More often than not over the past several years, when I picked up the phone to call Jay Frye the voice on the other end was exhausted, frustrated and borderline disgusted. For 15 years Frye had run a race team at the Sprint Cup level. There was MB2. Then Ginn. Then Team Red Bull.
And when the doors effectively closed on Red Bull after the 2011 season finale, there was little more left than "now what?"
He tried to piece together an opportunity with the remaining parts and people from Team Red Bull, but no true investor properly engaged. As we've seen all too often recently, you can't race without money. A pile of it. During that same time he sought advice from an old mentor, Rick Hendrick, on multiple occasions. Those conversations spawned a new partnership between old friends.
Frye joined the Hendrick juggernaut recently in an executive role, focused mostly it seems on business development. He has no title and doesn't know exactly what his responsibility is yet. Not that he especially cares.
"Rick is a mentor. If I need advice I go to him, always," Frye said. "When this whole thing went down I met with them about other things, and basically outright told them I'd sure like to be here. I didn't know what they had, but whatever it was I'd do it. They basically came up with some ideas on what I could do to help. And that's how we came up with this role. I'm honored and flattered.
"Their sponsors don't leave and their people don't leave. There's a reason for that. They do it right. I'll contribute however I can. They don't need me."
For Frye, the move to Hendrick is a homecoming of sorts. In the early '90s, when Frye managed the NASCAR account for Valvoline, his office was at Hendrick Motorsports. He dropped a ceiling in an old barn up on the hill, in which legendary crew chief Harry Hyde used to restore old Volkswagens. They called it the "Bug Barn" for a reason.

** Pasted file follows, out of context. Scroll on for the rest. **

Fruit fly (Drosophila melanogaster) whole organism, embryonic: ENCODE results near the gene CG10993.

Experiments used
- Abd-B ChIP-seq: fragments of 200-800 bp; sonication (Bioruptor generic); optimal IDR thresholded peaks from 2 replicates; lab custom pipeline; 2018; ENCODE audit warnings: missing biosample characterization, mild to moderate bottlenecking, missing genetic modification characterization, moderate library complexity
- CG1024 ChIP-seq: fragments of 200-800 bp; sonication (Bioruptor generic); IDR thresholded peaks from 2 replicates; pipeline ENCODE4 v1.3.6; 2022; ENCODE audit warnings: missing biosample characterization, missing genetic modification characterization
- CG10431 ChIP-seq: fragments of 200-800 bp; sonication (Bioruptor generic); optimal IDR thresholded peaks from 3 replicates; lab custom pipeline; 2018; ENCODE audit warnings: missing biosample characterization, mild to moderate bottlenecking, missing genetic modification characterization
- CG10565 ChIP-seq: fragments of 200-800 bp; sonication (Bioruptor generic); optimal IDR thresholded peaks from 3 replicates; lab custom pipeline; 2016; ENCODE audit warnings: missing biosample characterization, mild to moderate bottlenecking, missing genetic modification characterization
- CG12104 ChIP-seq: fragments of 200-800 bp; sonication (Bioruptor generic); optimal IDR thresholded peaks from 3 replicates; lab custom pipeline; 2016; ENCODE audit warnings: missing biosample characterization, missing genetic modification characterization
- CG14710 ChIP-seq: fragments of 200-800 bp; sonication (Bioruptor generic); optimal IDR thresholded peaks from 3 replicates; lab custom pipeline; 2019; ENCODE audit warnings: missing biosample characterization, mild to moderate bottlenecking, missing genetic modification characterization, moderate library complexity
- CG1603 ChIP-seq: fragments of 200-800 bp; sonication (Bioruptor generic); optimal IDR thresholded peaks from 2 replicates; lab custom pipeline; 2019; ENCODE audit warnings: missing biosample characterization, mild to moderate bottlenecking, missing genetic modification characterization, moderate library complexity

"Everything I learned in this sport -- and much of what I've learned about life, in general -- came from Rick Hendrick," Frye said. "I was never more proud than I was of that office in the barn. That was a great experience for me. I have huge respect and admiration for Rick."
The respect is mutual.
"Jay is one of the most well-connected people in the sport, and he's going to be a great resource to help develop strong partnerships," Marshall Carlson, Hendrick Motorsports president, said in a statement. "We've known him for a long time, so there's an immense level of trust and respect between us. The opportunity to work with Jay again and have the benefit of his experience is something we're excited about."
What's left of Team Red Bull is still on the market. Investors still call Frye about Red Bull. He directs them to the corporate folks in Austria trying to sell the team. Frye says there is a fantastic opportunity sitting right there in plain view for the right investor.
"Up until the last couple of weeks there was something new happening every day, people calling all the time," he said. "I'm not directly involved so I don't know exactly what's going on. There's a very good facility with great cars ready to go, and if you hire some people over the next couple weeks you can go race immediately. There are great people on the street, great drivers, looking for work. You could put a great team together in a week. Red Bull has great people from Austria still trying to make things happen. I wish them the best."
Above all, Frye is relaxed. For the first time in more than a decade it's not his responsibility to keep mouths fed. I could sense it in his voice.
"It was 11 years with MB2 and four years with Red Bull, and it was a huge responsibility that I took very seriously every single day," Frye said. "I took it very seriously that no one would ever miss a paycheck. Part of our success was our survival. I'm very proud of that."